Adding a good bonk into the mix.
The last quarter of the Kilométre Vertical is a low-level via ferrata, meaning you climb/scramble up rock faces using installed metal footholds, ladders, and cables that make it marginally easier—although you’re not roped in and falling would still suck.
Sadly, at this point, all the footholds in the world weren’t going to help me unless they’d been mechanized and functioned as escalators. Adding to my misery, I started bonking, meaning I had run out of blood sugar and glycogen. I plodded my way to the top, my trail shoes now made of lead, where Marilyne waited for me. She’d arrived 15 minutes before me. Technically, I won since 25 minus 15 equals 10 minutes faster, but it’s not the same as catching her mid-effort.
We took a seat on the patio outside the bergerie. Despite a complete lack of desire to eat or drink, I lamely offered to go inside and buy us a couple of cafés allongés. Marilyne demurred, insisting I drink the water and eat the dried mangos she had the foresight to pack up. The very sight of them made me want to barf all the more.
The reason we’re sometimes not hungry after intense efforts—even when dehydrated and bonking—is tied into the same reason gastric emptying falters. Our body doesn’t know we actually wanted to suffer and that we’re safe. The autonomic nervous system shuts down the parasympathetic (rest and digest) nervous system and cranks up the sympathetic (fight or flight) nervous system to help us deal with what it perceives at the dangerous situation at hand.
Getting more specific, earlier this year, a study in the journal Nature identified the metabolite that causes this post-exercise appetite suppression. It’s called N-lactoyl-phenylalanine, or Lac-Phe, and scientists are now looking at ways to use it as a weight loss tool.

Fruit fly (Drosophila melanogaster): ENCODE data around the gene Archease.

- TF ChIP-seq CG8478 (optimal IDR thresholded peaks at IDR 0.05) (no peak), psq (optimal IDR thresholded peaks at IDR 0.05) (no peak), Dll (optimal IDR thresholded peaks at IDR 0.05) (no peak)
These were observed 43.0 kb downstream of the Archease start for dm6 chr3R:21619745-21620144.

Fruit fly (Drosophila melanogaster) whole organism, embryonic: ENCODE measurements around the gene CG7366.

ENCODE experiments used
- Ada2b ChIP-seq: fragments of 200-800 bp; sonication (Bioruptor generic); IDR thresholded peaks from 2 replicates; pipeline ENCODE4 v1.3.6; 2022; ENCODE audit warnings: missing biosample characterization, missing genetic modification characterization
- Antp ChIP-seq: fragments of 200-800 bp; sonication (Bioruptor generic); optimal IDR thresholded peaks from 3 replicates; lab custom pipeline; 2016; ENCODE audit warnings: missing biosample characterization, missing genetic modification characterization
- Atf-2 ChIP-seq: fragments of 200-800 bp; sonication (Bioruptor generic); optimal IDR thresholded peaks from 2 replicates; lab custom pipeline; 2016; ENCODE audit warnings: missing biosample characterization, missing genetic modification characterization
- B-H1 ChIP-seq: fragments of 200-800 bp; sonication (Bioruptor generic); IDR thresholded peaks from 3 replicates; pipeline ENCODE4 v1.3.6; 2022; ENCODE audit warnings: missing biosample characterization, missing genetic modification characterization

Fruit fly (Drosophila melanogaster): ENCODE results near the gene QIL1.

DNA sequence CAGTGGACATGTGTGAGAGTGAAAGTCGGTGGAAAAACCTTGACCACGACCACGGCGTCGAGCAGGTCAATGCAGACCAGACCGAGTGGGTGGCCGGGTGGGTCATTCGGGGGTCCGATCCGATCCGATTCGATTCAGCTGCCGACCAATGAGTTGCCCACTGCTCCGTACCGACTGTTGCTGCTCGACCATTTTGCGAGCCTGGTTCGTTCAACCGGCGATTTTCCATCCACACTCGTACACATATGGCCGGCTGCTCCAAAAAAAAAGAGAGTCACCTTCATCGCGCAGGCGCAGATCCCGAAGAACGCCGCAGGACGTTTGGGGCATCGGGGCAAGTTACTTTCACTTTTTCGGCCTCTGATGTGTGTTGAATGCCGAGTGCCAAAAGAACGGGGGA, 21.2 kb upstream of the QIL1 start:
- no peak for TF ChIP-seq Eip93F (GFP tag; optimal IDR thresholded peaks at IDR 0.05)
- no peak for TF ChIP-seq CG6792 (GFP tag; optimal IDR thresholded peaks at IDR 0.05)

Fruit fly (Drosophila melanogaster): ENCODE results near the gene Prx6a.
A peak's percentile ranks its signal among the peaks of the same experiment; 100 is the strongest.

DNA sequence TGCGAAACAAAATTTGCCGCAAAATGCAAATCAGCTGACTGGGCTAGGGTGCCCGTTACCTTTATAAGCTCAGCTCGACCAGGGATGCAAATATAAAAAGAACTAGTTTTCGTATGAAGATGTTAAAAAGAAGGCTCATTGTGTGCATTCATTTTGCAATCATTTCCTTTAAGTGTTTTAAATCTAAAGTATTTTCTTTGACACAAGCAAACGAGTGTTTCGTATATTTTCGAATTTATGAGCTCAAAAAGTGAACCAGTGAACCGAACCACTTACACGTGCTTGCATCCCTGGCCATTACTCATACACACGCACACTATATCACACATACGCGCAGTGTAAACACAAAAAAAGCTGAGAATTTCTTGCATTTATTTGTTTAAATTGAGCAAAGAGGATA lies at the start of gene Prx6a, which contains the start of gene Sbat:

(For the record, according to Strava, I’d just burned through 903 calories and beat my old Kmv record by three minutes, so weight loss was not a priority.)
Son-in-law or beast of burden?
Nicole joined us a few minutes later. She informed me that Elie had ridden the gondola up with his paragliding equipment and wanted me to slog the 50-pound pack up the steep 1000-foot slope to the launch point. Clearly, this was payback for beating her up the Kmv again.
I made it to the launch point and dropped the pack on the grass. I wanted to be tired, crabby, and cold in my sweat-soaked running gear, but the view made it tough. Dozens of paragliders circled above me. The little town sparkled in the sunshine below and Mont Blanc loomed across the valley.
I thought about how I wanted to try paragliding someday. Maybe not in the dehydrated, jetlagged, hypoglycemic, non-altitude-acclimatized state I was in at the moment, but soon.
As I watched the next paraglider in line straighten out his sail on the grass and untangle his lines, Marilyne, Nicole, and Elie arrived. I asked Elie where he wanted his pack. He responded in French that it was up to me since it was my pack too.
I looked at Marilyne to translate with my “I understand all the words but I have no idea what he’s talking about” face. She laughed, pulled the bag open, and handed me a warm change of clothes.
The preparing paraglider marched up and extended his hand. “Hello. My name is Dominque. I’ll be your instructor this morning,” he said. Nicole and Elie had hired him to take me up in the air.
Nicole looked at me, joyfully beaming with brightness that surpassed the sunshine glittering off the windows below. There was no payback. She just wanted a special day for her son-in-law. As a mountain guide who’d spent a lifetime in the Alps, the only way she knew how to do that was to kick my butt.
So, today, I would be paragliding—and bringing my nausea to a whole new level.
If you enjoyed High Adventure in Chamonix, Part I, subscribe to New Personal Best (NPB) so you don’t miss part II!